A professor told a group of Medical Campus students taking a face-to-face class to self-quarantine on July 13 because they might have been exposed to the coronavirus after someone tested positive, according to an email obtained by The Reporter.
It’s unclear if the person who tested positive is a student or works at MDC or how many students received the letter.
Ramona Edwards, the director of campus administration at Medical Campus, said there have been a “handful” of positive cases among students taking face-to-face classes this summer. She could not provide a specific number Tuesday evening.
“There are a few examples like this, and proactive measures have been taken to protect all students and faculty,” said MDC Spokesperson Juan C. Mendieta in a comment. “Beyond the student self-reporting, we have no evidence of anyone else testing positive. We have no evidence of transmission nor spread within the College. The health and safety of all students and employees remains the top priority.”
United Faculty of Miami Dade College President Elizabeth Ramsay said the email, sent on July 13, was written by administrators and sent by a health science professor, who asked to remain anonymous.
It has come to our attention that, unfortunately, you may have been recently exposed to COVID-19. Since we do not know if you will develop COVID-19, you will need to self-quarantine for 14 days from the day you were exposed, which was on July 7th, 2020. This means that you will not be allowed on campus until July 22nd, 2020.
I want to reassure you that everything will be done to keep you on task for clinicals and labs when you return. Be safe.
Thank you for your time and patience.
“I was asked to forward this to the students in my group that were around the person that returned with a positive test,” the professor wrote in a follow-up email to Ramsay. “The students continued to ask questions about the incident, including students who did not receive the letter. One of the students on this list was asked to self-quarantine [and] has since gotten symptoms.”
The health science class is one of 24 classes that have been offered face-to-face since the summer term began on June 1 because they could not be replicated online. These classes include massage therapy, veterinary technology, clinical lab science, aviation, engineering, fashion, law enforcement, child care classes and more. Thirteen of these classes are being held at Medical Campus.
Face-to-face classes are being held on a rotating basis. Not all of the students are on campus at the same time and some of the work is completed from home.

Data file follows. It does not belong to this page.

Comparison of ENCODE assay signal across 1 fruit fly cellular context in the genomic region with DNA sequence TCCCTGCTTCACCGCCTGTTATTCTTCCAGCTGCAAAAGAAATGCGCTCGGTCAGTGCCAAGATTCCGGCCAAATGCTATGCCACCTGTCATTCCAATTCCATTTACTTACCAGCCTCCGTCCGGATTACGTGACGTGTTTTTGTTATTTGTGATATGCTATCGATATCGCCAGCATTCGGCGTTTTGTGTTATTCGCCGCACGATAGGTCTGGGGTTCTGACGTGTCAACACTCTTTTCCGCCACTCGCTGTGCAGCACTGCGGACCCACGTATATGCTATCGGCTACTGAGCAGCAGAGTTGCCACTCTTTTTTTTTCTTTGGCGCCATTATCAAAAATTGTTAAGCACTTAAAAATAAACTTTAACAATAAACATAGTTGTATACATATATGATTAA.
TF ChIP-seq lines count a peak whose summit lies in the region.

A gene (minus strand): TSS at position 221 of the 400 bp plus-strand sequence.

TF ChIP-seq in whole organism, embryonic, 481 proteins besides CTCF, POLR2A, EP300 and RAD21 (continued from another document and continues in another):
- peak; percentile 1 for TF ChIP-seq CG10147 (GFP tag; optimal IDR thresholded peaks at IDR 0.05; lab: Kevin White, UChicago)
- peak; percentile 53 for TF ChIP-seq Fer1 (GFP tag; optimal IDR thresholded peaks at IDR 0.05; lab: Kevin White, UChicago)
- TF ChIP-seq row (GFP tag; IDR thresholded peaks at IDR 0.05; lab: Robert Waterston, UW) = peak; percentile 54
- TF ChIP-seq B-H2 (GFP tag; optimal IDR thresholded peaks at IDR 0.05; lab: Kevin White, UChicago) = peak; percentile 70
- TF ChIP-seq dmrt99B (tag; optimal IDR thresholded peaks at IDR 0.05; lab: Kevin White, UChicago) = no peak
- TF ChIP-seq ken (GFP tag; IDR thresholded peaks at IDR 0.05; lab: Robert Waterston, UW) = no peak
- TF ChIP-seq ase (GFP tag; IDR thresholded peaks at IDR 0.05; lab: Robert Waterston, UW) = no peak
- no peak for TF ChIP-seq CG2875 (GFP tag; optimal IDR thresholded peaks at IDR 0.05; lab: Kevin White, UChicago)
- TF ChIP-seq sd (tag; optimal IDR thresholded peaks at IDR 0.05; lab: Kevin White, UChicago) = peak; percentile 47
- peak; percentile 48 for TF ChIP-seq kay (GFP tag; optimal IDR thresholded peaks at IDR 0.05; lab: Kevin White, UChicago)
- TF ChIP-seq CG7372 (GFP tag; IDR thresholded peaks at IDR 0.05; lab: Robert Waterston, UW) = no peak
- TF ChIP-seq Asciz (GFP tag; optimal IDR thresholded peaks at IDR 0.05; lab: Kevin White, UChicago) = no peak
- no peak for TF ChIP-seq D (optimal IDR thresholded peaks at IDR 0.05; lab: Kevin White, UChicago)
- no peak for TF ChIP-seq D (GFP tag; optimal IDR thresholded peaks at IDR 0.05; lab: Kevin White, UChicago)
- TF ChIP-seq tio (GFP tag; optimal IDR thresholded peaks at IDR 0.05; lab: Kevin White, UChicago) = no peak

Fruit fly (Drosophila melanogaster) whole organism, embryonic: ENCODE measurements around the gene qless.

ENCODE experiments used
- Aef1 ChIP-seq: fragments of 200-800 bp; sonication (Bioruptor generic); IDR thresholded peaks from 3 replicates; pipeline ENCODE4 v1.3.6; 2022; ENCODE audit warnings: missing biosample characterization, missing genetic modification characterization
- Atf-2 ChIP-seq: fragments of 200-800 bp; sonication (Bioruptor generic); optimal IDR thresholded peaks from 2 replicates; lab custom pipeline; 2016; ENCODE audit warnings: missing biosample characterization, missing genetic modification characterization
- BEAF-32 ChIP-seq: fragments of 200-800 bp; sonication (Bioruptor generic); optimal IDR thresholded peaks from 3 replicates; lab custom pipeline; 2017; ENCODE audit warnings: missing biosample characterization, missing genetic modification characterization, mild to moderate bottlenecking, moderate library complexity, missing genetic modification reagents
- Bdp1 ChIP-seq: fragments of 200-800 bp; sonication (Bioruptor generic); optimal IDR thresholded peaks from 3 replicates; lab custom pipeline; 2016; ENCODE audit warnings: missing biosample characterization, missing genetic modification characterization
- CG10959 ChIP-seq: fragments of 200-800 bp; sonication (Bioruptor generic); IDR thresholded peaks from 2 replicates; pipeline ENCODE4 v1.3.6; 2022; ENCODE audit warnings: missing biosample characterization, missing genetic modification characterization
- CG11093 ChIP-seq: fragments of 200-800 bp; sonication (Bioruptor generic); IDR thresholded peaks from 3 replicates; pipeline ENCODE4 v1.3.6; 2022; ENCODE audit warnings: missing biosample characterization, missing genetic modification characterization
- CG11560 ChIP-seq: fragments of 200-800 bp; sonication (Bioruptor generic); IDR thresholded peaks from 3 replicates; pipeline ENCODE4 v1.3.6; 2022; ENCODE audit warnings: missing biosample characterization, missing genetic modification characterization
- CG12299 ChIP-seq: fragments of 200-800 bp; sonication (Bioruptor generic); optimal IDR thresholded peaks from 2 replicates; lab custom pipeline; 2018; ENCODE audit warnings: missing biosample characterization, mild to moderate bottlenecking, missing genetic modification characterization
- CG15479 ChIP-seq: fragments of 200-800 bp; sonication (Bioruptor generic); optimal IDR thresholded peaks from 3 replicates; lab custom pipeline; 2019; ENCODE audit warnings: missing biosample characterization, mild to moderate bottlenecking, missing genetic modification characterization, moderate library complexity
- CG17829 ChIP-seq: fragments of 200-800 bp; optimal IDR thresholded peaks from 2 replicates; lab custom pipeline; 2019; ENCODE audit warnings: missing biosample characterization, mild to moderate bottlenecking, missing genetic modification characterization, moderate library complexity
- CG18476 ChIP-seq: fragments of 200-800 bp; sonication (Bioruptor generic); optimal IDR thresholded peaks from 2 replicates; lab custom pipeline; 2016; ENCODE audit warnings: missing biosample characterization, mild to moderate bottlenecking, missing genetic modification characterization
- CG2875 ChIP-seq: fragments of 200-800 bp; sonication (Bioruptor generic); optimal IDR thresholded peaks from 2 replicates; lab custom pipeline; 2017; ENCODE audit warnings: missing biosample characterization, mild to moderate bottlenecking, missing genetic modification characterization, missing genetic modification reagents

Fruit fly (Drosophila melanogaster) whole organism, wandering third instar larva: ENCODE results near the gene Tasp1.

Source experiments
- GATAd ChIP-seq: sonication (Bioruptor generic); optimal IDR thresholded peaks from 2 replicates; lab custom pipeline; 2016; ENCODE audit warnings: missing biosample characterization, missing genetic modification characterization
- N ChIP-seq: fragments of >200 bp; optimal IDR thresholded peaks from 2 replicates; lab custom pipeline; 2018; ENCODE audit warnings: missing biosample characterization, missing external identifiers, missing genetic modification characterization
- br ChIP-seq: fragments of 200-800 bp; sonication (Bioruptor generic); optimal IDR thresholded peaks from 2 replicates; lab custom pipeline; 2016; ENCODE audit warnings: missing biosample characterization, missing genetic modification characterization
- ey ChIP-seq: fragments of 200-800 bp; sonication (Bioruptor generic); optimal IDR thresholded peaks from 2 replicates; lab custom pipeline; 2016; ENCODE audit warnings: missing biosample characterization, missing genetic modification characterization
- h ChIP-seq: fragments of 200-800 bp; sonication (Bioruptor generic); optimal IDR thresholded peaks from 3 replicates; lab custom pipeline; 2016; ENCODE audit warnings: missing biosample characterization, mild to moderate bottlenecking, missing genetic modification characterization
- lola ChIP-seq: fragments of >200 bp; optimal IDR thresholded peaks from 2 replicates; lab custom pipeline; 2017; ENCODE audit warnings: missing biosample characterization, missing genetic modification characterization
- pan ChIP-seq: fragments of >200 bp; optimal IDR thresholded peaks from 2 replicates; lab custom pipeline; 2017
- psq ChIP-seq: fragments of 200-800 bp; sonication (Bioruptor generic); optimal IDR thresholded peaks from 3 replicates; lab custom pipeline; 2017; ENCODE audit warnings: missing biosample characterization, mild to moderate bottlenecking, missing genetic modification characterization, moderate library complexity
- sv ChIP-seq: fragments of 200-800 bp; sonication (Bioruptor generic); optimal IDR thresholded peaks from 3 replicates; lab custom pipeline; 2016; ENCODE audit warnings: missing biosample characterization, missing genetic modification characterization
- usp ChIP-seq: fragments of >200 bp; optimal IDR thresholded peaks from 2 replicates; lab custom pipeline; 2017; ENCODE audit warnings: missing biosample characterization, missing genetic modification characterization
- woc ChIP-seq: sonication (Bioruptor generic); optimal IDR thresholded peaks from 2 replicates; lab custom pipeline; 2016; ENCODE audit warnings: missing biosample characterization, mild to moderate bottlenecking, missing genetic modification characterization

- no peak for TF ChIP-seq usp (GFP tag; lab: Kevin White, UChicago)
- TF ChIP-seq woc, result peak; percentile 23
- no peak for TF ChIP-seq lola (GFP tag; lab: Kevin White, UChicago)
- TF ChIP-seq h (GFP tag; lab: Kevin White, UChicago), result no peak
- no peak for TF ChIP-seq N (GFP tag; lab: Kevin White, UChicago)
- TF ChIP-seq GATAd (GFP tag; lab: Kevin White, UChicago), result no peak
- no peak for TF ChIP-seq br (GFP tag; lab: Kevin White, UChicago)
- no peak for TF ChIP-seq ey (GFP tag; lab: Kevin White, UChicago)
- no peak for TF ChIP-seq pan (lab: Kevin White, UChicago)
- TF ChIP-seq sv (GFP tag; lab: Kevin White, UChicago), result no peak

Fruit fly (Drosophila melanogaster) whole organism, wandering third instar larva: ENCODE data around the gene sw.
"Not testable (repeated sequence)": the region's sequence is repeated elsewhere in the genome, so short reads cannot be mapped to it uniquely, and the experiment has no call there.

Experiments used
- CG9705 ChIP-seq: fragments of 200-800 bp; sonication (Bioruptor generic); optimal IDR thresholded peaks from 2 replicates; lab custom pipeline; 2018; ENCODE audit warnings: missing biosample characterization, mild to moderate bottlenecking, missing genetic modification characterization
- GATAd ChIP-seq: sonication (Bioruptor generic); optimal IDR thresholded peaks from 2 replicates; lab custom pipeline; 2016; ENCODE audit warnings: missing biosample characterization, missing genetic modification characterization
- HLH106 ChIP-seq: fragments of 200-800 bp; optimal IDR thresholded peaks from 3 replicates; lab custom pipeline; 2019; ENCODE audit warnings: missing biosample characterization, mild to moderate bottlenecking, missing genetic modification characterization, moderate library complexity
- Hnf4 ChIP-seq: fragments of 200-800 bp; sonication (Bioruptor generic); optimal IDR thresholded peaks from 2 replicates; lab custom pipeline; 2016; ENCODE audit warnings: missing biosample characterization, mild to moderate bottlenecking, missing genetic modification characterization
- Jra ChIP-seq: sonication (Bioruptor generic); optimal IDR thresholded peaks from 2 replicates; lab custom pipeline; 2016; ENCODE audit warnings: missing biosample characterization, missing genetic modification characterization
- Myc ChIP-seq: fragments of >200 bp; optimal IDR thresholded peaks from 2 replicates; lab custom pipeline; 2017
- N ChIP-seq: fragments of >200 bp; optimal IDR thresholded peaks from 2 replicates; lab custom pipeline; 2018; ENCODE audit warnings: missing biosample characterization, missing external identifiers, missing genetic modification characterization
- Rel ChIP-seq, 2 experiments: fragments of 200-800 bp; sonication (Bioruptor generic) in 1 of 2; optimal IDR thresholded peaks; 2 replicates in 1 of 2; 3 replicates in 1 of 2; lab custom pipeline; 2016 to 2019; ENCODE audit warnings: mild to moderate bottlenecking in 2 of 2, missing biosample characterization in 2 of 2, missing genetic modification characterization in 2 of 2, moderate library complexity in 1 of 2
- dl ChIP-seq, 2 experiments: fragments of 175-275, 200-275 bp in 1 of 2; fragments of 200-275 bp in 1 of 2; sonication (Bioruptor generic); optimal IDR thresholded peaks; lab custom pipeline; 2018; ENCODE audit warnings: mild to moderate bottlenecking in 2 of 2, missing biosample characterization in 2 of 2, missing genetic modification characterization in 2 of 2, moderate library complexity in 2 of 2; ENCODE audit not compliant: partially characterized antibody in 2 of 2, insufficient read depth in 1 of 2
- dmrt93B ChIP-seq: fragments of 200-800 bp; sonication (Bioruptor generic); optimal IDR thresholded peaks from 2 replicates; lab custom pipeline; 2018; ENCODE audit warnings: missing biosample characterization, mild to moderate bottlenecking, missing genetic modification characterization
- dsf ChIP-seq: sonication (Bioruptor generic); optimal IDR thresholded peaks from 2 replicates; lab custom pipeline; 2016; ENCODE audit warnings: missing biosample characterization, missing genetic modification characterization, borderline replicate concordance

Everyone is required to wear a mask. They are administered a temperature check and asked whether they’ve had any coronavirus-related symptoms or traveled anywhere in the last 14 days before being allowed on campus.
MDC announced last week that the first four weeks of the fall semester will be held online with the possibility of resuming face-to-face classes in a limited capacity by Sept. 28. A small number of classes that cannot be replicated online will continue to be offered face-to-face.
If classes return, social distancing will be practiced. Classes will be taught on a rotating schedule. Rooms will be limited to 10-15 students, and must be cleaned in between classes and at the end of the day.
A day after MDC released the plan, UFMDC penned a strongly worded letter to the administration saying the fall semester should be fully online. They argued that it’s “impossible” to implement social distancing, sanitize classrooms and ensure adequate ventilation on campus if students return.
They also released a petition requesting that classes remain remote the entire fall semester. It has garnered more than 460 signatures.
Their concerns echo that of the United Faculty of Florida, who urged state officials to hold the fall semester fully online during a press conference yesterday afternoon. They represent more than 20,000 professors from 12 public universities and colleges across Florida.
Representatives from UFMDC held a conference call Tuesday morning with administrators to voice their concerns, but no changes were announced, Ramsay said.
“We are disappointed with the outcome today,” Ramsay said following the meeting. “We know that most students would prefer to have this option as would almost all faculty.”